Book Review: ‘Roman Stories’ by Jhumpa Lahiri

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Title: Roman Stories
Author: Jhumpa Lahiri
Publisher: Penguin Hamish Hamilton
224 Pages
Release date: October 2023
Paperback M.R.P: INR 499

“Certain stories are hard to bear, as are certain things we’ve lived or observed or fumbled or explored with great care.”
Pulitzer Prize-winning author Jhumpa Lahiri’s latest, Roman Stories, is a collection of nine introspective short stories that have been translated by the author from her adopted language, Italian, along with Brooklyn-based translator Todd Portnowitz.
In ‘The Boundary’, a family comes to live for a while in a house in the Roman countryside. Being from a city, they appreciate the rural landscape around them. Being in touch with nature proves to be good for their children, and helps them think, rest and dream. The story is told through the eyes of the caretaker’s daughter whose parents are immigrants, much like Lahiri herself. Later in the story, the narrator reveals that her family also previously lived in the city, and had moved to the countryside for work after having faced a brutal incident. Over a period of time, they had gotten used to this untamed place, living among animals and cultivating land – and “the clean air, the hills, the clouds blazing at sunset.” At the end of the story, the family leaves to return to the city, while the narrator gets the house ready for the next visitors who are about to arrive.

In ‘The Reentry’, two women who have moved back to Rome after having lived away for a while, meet each other after a year. While one of them is mourning after a separation and the loss of her father, the other is a university professor who is relatively happier. In ‘The Procession’, a couple comes to Rome to celebrate the wife’s fiftieth birthday. The city was part of her past – she had studied here for a year when she was nineteen, and fell in love for the first time with a Roman boy.
In ‘P’s Parties’, a Roman couple finds comfort and community with foreigners at their friend’s annual birthday party. The couple had been married for 23 years with the predictable ups and downs and no major disruptions. “As with any couple, things left unsaid enter in to maintain your aging affection,” writes Lahiri. At one such party, the narrator, a writer, shares “a fevered and fragmentary exchange” with L, one of P’s distraught foreigner friends – and begins to feel a strange, inexplicable bond with her. Over the years at P’s annual gathering, they run into each other again. The story takes an unexpected friend when L becomes a friend of the narrator’s wife, something that he begins to agonise over. While on a vacation to an island, they meet L and the narrator happens to cross a line. The narrator ends by recalling P’s parties as a setting that he cherished – in which he had briefly been “a wayward husband, an inspired author, a happy man”.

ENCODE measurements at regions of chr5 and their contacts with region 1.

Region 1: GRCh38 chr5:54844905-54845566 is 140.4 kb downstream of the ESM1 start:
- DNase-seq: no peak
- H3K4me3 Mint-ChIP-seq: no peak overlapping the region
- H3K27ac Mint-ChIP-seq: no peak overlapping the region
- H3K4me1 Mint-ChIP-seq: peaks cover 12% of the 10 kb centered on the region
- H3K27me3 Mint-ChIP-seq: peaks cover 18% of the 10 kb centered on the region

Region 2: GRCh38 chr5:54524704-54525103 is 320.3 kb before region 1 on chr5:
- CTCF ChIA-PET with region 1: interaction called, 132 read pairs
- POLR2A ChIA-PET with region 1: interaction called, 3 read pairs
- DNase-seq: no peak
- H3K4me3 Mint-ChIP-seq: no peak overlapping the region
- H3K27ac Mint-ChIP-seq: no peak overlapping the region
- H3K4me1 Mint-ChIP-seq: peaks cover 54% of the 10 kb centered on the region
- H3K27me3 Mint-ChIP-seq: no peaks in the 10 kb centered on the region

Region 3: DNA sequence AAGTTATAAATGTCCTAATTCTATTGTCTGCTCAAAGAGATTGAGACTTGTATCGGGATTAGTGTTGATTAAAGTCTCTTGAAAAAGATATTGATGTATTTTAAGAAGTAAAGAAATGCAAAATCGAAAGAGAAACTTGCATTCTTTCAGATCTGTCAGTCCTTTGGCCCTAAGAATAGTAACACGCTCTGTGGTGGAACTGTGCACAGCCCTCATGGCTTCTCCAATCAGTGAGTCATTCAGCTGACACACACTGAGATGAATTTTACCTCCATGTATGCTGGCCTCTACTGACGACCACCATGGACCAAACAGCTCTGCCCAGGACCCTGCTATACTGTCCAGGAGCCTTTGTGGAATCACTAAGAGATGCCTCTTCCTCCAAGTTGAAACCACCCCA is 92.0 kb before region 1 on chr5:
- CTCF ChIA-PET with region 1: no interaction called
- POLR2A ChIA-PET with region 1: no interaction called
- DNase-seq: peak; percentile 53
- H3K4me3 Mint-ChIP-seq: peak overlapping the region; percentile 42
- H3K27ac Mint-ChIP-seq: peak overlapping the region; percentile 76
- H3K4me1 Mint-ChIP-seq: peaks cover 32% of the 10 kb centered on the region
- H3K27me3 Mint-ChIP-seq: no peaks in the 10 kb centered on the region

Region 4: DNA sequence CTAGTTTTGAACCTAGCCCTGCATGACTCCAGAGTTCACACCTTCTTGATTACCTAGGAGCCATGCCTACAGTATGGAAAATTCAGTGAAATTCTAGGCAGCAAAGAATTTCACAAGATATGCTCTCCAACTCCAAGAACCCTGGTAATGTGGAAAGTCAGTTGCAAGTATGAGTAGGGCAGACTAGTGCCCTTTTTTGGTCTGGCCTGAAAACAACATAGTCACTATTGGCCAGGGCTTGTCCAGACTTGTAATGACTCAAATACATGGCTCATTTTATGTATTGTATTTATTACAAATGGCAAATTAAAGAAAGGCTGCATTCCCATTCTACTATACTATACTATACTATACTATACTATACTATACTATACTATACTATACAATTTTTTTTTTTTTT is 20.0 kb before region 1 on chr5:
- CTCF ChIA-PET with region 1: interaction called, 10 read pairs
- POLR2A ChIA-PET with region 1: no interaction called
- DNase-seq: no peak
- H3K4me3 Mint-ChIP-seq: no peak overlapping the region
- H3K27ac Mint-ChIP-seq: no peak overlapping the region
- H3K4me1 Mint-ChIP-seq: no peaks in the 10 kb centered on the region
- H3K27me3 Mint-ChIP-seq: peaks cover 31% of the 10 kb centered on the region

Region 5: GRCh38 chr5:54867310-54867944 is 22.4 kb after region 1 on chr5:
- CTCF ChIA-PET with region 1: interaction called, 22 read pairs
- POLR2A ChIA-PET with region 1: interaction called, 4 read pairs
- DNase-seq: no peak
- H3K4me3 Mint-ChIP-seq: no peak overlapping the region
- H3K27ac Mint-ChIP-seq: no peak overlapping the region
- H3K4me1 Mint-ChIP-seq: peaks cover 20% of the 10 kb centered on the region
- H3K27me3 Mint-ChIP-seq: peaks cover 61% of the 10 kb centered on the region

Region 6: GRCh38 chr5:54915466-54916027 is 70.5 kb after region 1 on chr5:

Jhumpa Lahiri started writing in Italian in 2015.

In ‘Dante Alighieri’, a young girl discovers that her friend’s ‘steady’ boyfriend is actually in love with her. Though flattered and even seeming to reciprocate his feelings, she, however, turns him down for the sake of friendship – even though her friend stops talking to her. Later, in what is the longest story in this anthology, she gets married to another man, moves to Rome and has a daughter. “You travel a certain distance, you desire and make decisions, and you’re left with recollections, some shimmering and some disturbing, that you’d rather not conjure up,” reflects Lahiri.
‘The Steps’ centres on a public staircase connecting two neighbourhoods, and the various residents who routinely climb up and down it – a mother, a young girl, a widow, a screenwriter, an expat wife and two brothers. The story highlights much of Rome’s abundant social and cultural diversity as well as the struggles of a changing city.
Given that all the stories are set in the Italian capital, Lahiri makes a number of fleeting observations about Rome. For instance, in ‘Notes’, she refers to it as a city with “tarnishing water”, and comments that water stains everything that it touches in Rome. In ‘The Reentry’, she describes it as a place that is “both familiar and full of secrets, with discoveries that reveal themselves only slowly and by chance.” In ‘The Delivery’, she explains that the ancient city seems to belong only to the young after midnight – “a joyful kingdom, ephemeral, all their own.”
In a sense, the book is a kind of ode to the rich and historic city of Rome. The stories are recounted in Lahiri’s typical style, and make for a pleasing read indeed, and are a first after the acclaimed author’s 2008 book of short stories, Unaccustomed Earth.

‘Roman Stories’ is available for sale on Amazon.

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